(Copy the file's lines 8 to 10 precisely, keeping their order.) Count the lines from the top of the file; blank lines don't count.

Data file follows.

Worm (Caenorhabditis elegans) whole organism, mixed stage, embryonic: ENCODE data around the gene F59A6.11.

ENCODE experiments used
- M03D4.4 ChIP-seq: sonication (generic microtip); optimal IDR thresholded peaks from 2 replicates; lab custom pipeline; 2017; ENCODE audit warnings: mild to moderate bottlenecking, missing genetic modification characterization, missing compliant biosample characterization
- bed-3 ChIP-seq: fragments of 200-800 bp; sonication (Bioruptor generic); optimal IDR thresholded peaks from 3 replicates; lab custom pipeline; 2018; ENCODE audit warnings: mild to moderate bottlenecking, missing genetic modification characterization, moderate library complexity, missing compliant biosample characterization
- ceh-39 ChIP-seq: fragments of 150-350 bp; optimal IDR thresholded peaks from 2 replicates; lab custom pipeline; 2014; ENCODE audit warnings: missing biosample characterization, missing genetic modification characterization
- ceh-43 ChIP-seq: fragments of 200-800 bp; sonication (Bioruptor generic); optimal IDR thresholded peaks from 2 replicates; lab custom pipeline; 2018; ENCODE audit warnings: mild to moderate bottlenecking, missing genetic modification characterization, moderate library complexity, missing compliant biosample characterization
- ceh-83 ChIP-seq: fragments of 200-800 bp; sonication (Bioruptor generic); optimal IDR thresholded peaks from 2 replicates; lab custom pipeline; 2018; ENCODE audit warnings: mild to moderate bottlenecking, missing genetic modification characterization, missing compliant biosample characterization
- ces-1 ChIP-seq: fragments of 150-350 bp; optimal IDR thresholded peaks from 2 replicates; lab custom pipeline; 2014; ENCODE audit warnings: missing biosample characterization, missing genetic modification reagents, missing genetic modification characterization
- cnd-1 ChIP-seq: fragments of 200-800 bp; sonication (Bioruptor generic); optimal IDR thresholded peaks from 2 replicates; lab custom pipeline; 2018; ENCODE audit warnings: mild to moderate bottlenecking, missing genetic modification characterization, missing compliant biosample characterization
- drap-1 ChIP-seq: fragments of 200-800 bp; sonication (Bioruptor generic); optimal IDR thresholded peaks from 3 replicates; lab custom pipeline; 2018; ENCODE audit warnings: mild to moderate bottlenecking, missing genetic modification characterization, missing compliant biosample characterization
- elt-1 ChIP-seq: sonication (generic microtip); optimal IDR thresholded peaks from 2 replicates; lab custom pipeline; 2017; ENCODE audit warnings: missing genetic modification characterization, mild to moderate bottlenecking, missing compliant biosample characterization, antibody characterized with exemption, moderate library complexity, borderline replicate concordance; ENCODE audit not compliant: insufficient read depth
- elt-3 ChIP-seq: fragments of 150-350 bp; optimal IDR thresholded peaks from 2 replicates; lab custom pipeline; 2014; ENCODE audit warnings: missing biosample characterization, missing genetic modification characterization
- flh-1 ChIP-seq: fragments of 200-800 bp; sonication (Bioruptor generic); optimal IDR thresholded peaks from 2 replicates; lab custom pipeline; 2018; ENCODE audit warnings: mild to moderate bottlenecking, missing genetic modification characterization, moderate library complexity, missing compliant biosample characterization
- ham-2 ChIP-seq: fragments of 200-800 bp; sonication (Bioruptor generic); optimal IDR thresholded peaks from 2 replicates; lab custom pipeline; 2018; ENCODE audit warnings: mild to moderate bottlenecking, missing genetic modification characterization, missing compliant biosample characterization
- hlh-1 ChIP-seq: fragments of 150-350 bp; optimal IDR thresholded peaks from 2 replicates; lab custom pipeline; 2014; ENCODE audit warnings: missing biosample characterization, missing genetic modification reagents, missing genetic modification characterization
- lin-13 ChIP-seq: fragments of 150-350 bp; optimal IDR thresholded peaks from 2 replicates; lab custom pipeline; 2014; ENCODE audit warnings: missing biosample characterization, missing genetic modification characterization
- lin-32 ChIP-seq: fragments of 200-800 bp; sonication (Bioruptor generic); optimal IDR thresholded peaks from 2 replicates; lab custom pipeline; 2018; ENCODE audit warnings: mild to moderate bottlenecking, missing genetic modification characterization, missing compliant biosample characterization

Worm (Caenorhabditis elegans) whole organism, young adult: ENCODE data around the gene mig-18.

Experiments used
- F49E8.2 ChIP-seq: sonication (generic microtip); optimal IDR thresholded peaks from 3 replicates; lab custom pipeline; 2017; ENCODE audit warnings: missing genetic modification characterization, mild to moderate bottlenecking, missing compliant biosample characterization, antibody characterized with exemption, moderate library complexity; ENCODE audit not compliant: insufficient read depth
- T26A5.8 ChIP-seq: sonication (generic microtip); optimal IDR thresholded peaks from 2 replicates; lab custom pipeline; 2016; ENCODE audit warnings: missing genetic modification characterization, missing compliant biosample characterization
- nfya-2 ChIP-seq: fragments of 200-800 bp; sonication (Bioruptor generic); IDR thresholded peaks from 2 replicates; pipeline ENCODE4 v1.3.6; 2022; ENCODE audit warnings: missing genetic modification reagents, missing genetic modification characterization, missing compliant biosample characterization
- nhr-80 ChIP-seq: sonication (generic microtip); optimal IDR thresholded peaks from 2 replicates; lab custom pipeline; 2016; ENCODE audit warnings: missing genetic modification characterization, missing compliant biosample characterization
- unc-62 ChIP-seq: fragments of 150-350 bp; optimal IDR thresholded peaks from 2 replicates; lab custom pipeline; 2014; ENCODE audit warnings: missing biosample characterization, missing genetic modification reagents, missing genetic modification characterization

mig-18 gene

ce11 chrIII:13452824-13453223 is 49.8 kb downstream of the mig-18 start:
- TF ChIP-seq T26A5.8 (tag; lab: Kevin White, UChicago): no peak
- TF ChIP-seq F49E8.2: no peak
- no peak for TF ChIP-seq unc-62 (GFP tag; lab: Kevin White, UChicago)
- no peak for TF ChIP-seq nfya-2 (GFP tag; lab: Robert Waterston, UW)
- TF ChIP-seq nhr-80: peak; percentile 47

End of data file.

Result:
- ces-1 ChIP-seq: fragments of 150-350 bp; optimal IDR thresholded peaks from 2 replicates; lab custom pipeline; 2014; ENCODE audit warnings: missing biosample characterization, missing genetic modification reagents, missing genetic modification characterization
- cnd-1 ChIP-seq: fragments of 200-800 bp; sonication (Bioruptor generic); optimal IDR thresholded peaks from 2 replicates; lab custom pipeline; 2018; ENCODE audit warnings: mild to moderate bottlenecking, missing genetic modification characterization, missing compliant biosample characterization
- drap-1 ChIP-seq: fragments of 200-800 bp; sonication (Bioruptor generic); optimal IDR thresholded peaks from 3 replicates; lab custom pipeline; 2018; ENCODE audit warnings: mild to moderate bottlenecking, missing genetic modification characterization, missing compliant biosample characterization